percentage failure rate than if there were many more users.

    > I looked briefly at your HTTP Module methodology. I will have to think
    > about it, but it seems it could work. The question is why would you
    > incur this much work if you can simply move state off the web boxes (can
    > be done in the web.config).
    > Oh, one gotcha on a web farm. Make sure you manually set the keys in the
    > web.config file, as two machines will generate separate session keys
    > (ouch). I tend to do this out of habit, as it sets me up for web farming
    > from the start.


    I suspect that at this stage the cost implication of adding an
    additional web server is prohibitive - especially as although this
    would address the issue of a website deployment, it wouldn't
    necessarily (as far as I understand it) address the issue of an
    application layer deployment (by the way, some of the application
    processing that goes on is asynchronous with the website requests).
    Having said all of this, I don't see loads of people trying to figure
    out how to solve the same problem. This may indicate that I'm either
    trying to solve the wrong problem, or that there's a different way to
    manage our environment.

    Thanks again for your help.

    --
    Chris Marsh
     
    , Jul 13, 2009
    #3
  4. wrote in news:75d2ee1a-273e-4c90-97fd-97df107cbde6
    @g23g2000vbr.googlegroups.com:

    > SNIPPED


    Rather than type a lot of answers, here is the general rules summarized.

    The quickest way to update an app on a single server, with minimal
    downtime is as follows:

    1. Ensure state is off the server (SQL Server or external state server).
    All user session information is then stored outside of the app, when it
    resets. I have not played extensively with workflow on a web server, but
    since the basic web mechanism is session cache on server side (along
    with other caching) and session cookie, along with viewstate, on the
    client side, as long as you have session on another server and are
    careful about caching in app (or set up persitance when the app goes
    down), there is little danger of impacting users.

    2. The least impact is to copy the bits to the server in another
    directory, test and then deploy by copying to production. I like to use
    a staging directory that I can actually run for a last minute sanity
    check. You then copy all but the configs over.

    NOTE: There is some risk with this method

    If you add some safety, by adding a deployment package, you add time,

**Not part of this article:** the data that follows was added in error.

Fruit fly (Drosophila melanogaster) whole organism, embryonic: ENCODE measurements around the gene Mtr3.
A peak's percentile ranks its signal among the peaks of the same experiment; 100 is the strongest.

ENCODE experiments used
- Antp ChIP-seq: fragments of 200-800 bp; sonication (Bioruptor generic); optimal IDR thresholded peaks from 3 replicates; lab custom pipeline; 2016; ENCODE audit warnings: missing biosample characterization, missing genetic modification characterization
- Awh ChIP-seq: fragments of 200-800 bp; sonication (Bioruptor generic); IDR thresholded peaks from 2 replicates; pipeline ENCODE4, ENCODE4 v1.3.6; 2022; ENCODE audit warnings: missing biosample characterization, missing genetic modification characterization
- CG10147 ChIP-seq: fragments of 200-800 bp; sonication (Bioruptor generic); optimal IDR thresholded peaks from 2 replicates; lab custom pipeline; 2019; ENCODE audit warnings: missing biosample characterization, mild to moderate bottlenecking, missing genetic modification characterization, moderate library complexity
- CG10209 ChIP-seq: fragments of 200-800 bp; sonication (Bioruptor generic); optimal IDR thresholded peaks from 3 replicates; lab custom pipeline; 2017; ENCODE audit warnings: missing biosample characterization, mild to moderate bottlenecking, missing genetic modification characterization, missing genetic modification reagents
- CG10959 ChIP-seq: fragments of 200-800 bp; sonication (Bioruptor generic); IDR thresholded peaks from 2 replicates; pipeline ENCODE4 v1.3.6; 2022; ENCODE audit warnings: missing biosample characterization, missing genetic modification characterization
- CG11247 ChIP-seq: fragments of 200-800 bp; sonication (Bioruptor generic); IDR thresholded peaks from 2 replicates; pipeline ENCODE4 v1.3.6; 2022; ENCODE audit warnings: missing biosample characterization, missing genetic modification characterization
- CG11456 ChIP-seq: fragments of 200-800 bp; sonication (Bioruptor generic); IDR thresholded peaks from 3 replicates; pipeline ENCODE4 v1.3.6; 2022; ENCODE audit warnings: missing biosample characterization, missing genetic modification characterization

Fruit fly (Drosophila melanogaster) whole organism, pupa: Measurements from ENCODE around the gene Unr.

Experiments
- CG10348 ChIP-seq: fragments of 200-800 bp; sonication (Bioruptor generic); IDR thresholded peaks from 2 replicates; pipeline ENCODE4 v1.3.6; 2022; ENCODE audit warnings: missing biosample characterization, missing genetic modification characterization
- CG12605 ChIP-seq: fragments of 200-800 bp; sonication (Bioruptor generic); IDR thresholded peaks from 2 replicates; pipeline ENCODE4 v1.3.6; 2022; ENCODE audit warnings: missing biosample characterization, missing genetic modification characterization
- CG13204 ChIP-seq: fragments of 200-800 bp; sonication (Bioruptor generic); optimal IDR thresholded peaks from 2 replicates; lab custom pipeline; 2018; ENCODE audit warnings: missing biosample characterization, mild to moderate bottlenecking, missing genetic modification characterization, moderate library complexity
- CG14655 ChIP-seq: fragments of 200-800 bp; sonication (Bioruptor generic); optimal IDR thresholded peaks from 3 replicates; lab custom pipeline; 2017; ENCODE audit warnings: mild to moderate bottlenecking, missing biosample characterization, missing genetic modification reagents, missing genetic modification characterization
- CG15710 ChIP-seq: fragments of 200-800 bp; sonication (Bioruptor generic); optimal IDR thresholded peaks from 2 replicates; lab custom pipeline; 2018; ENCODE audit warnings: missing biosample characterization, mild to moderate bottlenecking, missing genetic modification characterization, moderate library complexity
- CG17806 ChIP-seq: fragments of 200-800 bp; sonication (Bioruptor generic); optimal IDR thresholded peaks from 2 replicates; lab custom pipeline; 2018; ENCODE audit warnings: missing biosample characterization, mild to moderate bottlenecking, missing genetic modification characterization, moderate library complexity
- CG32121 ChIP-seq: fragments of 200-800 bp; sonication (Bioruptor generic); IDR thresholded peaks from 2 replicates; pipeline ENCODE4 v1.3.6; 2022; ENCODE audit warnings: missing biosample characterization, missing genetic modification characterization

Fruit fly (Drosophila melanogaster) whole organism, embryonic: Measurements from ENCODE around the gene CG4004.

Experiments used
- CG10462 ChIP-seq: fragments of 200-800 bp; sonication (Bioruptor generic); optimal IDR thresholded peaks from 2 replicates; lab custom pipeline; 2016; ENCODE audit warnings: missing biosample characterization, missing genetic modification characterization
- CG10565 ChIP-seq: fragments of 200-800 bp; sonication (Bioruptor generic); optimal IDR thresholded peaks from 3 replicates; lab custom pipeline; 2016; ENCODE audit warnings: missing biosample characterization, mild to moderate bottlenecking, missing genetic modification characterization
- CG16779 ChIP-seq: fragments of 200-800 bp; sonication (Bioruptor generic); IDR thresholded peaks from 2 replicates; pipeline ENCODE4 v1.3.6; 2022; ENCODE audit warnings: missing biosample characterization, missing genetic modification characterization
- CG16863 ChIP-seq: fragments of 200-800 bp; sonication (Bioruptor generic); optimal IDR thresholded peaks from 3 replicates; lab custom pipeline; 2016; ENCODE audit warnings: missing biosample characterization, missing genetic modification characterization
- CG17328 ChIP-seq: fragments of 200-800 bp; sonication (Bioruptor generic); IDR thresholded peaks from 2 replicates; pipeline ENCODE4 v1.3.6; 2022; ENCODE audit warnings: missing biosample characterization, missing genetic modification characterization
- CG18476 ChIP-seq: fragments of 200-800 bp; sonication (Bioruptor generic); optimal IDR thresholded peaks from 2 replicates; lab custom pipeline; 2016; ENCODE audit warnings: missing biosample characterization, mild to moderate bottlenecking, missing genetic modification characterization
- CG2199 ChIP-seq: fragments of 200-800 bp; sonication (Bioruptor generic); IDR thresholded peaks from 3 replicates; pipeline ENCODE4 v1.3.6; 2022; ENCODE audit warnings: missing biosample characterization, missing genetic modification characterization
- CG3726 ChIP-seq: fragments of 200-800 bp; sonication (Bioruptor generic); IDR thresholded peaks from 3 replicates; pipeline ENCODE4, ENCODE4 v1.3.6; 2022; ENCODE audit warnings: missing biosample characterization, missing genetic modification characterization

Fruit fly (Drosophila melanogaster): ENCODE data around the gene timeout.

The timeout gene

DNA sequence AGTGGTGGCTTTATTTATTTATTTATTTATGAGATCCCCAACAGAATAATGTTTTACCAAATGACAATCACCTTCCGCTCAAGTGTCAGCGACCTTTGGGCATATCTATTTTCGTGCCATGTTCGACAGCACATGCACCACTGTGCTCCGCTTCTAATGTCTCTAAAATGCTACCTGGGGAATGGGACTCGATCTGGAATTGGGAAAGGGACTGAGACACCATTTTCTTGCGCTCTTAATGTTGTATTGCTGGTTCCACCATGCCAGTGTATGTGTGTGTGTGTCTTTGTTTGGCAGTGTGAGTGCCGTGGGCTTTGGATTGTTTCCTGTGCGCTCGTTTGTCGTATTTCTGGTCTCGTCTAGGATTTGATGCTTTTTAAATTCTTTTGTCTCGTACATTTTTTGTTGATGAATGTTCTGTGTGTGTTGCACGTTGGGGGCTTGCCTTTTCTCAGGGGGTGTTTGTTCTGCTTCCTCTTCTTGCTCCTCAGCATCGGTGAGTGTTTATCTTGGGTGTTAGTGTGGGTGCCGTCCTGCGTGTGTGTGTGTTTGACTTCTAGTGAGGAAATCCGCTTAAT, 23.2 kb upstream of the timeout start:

which means you can impact some users. It is safer, as you are less
    likely to overwrite a production config file, but the deploy adds time.


    Now, for framework deployment. I am assuming this is refactoring type
    work, or at minimum, not changing the interface to the UI layer (as you
    would have to deploy the web application for this).

    There are a couple of ways to handle this with minimal downtime.

    One is to simply xcopy the assemlbies. As long as the interface has not
    changed and you have not specified a particular version, the downtime is
    the amount of time to copy over. One caveat here is you might have the
    assemblies locked, which means a short recycle of IIS. This is unlikely
    in most small apps, but there is a risk here.

    Another way is to deploy these assemblies to the GAC. If you go this
    route, set up the config with assembly versions. You then deploy the new
    assemblies to the GAC on the server and update the config to point to
    the new assemblies. You can still test in a staging app root by updating
    it first. This is likely to be less dangerous, but there is a cost here:
    all of your assemblies MUST be strongly typed.

    The GAC can be a pain to work with, but you take the pain for the added
    safety.

    Hope this helps!


    --
    Gregory A. Beamer
    MVP; MCP: +I, SE, SD, DBA

    Twitter: @gbworld
    Blog: http://gregorybeamer.spaces.live.com

    *******************************************
    | Think outside the box! |
    *******************************************
     
    Gregory A. Beamer, Jul 15, 2009
    #4
  5. Guest

    Gregory

    [..]

    > Hope this helps!


    It certainly does, many thanks for your help.

    Cheers!

    --
    Chris
     
    , Jul 16, 2009
    #5